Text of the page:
The Nature of Poker (Week 6) – Presence

Andy Black

At the heart of the debate that is central to one’s choices as to how you approach poker whether you are more mathematical or employ a variety of other more human skills as well is Presence.

Presence in some ways can be regarded as the foundation and touchstone of reading situations and people at poker beyond any mathematical models.

The book I am writing at the moment highlights the numerous ways that players can use different skills to improve their games and lives at the same time. Presence in all its different forms flows through the spine of many of the chapters.

For many years I have studied different sports superstars to find inspiration and direction for my poker game.

A pattern began to appear over the years that they were all “present” more so than their opponents who they defeated.  They were in the moment more fully and completely than others.
So what does that mean in practice?

Let’s just freeze life to one moment in time, one split second of a split second …just a moment!

At that moment, indeed any moment, what can we say is definitely happening?

Sensations …sight, sound, touch, taste, and smell.

Anything else? Ah, thoughts of course.

Anything else? Mmm, maybe you could add a sense of being alive.

So in each sport (and poker), there is a goal …to defeat your opponents by performing better than them.

It does not matter which sport or indeed activity you choose, you will do it better if you are more present in each moment to the above list and not lost in the past or the future .

One way of describing being present is “you aren’t adding to what is happening in a given moment”.

Let’s look at an example that shows the difference between the greatest and those that are great but nonetheless not the greatest.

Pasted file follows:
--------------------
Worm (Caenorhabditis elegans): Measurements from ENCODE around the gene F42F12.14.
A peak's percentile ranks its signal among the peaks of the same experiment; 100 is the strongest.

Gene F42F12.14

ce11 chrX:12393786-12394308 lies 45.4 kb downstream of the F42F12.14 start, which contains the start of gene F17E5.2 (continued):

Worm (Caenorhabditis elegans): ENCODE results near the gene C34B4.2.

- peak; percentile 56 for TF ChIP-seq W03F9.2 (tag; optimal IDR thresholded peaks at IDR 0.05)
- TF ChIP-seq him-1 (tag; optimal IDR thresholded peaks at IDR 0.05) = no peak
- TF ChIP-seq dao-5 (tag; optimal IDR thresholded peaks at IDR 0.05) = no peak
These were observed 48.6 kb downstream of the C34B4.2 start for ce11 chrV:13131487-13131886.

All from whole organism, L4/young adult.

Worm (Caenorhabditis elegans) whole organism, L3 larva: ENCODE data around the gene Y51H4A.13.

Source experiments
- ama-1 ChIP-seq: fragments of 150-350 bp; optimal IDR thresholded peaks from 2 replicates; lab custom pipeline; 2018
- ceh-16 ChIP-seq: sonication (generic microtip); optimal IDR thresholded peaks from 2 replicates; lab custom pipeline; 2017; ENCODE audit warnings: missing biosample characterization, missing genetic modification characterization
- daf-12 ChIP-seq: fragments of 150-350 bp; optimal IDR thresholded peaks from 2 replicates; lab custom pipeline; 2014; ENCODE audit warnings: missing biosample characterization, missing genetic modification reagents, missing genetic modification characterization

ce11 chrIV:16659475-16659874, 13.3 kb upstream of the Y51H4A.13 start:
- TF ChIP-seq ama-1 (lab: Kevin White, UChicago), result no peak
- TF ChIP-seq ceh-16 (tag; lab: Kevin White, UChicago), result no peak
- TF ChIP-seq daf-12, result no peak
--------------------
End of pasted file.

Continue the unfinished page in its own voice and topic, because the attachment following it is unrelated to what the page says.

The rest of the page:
Michael Jordan by any standards was the greatest basketball player of all time.

So what made him better than the rest?

He was more present than anyone else.

Not just when he played but all the time.

He was more present to each sensation and he particularly understood that his thoughts were just thoughts and did not define what was happening right now. A basketball player misses millions of shots during their career and when he takes another shot part of the player is somehow in those missed shots either in the past or those shots yet to be taken.

Michael Jordan never considered he would miss a shot while he was taking it because he had not taken it yet!

Sounds simple doesn’t it but to not add anything at all onto a given moment is almost mystical in its rareness.

But it can be learned and it is measurable. Jordan’s opponents knew he was more present than they were.

So how do you as a poker player start the journey to being more present consciously?

We are all present it is just a matter of degree so firstly notice when you are more present and enjoy it.

When your actions or thoughts take you away from what is happening at a given moment at the table pause and come back to what is happening.

Your play will most likely be better and you will enjoy the experience more.

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Born in Belfast and resident in Dublin, Andy Black is probably Ireland's most famous poker player on the world scene.

Currently sitting 2nd on the Hendon Mob for Irish players with €4.9 million in live earnings, his largest scoring coming from a 5th place in the 2005 WSOP Main Event.

A regular supporter of all IPT live events for many years, Andy will be attending all future Irish Poker Tour festivals providing support and in-person training to players.

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